Students of the U.S. Chess Center are taught that tactics follow strategy, and that Caissa smiles upon those who follow her principles and punishes those who do not.
While widespread worship of Caissa has never occurred, many chessplayers have learned that it is best to understand her precepts. Control of the center, rapid development of minor pieces, and protection of the king must be accomplished before the attack commences, except if the opponent is violating those principles (perhaps should we call them edicts) else the wrath of Caissa shall be felt.
From where did these concepts derive? Much is lost from history, but the earliest published reference to Caissa as the goddess of chess comes from the 16th century poem, Scacchia Ludus, by Hieronymus Vida. The poem, in the original Latin or translated into English, describes a game between Apollo and Mercury.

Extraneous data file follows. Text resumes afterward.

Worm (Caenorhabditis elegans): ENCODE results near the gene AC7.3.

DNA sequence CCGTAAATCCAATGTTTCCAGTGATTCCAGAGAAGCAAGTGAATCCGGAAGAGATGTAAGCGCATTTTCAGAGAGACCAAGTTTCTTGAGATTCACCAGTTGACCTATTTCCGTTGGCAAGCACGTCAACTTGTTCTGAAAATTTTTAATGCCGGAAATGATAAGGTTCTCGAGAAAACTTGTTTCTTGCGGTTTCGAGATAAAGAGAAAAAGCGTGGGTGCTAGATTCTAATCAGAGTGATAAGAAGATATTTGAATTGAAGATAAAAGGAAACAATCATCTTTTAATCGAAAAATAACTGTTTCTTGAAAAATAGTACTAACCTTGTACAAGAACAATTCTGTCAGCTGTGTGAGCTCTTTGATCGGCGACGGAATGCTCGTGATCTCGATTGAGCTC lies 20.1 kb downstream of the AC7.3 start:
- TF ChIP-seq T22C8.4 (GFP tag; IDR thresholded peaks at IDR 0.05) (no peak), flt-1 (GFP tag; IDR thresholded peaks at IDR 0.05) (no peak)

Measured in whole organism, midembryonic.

No less an authority than former World Chess Champion Garry Kasparov expressed sorrow for violating Caissa’s principles, when he wrote in the first volume of his On My Great Predecessors series that the goddess had “punished me for my conservative play.” Even when Kasparov was unable to calculate every possible move, he understood the truism that proactive, attacking moves are nearly always better than passive moves.
More than two centuries following Vida’s poem, an Englishman, William Jones, prepared an additional ode to Caissa. In his 1763 poem, he elaborated on Vida’s history and suggested that chess was invented by Venus’ brother as a gift Mars would provide to win Caissa’s favor.
Without an ability to question the gods referenced, we may never know the truth behind the origins of the game. Yet, we teach our students that when they don’t respect Caissa’s principles they operate at great risk.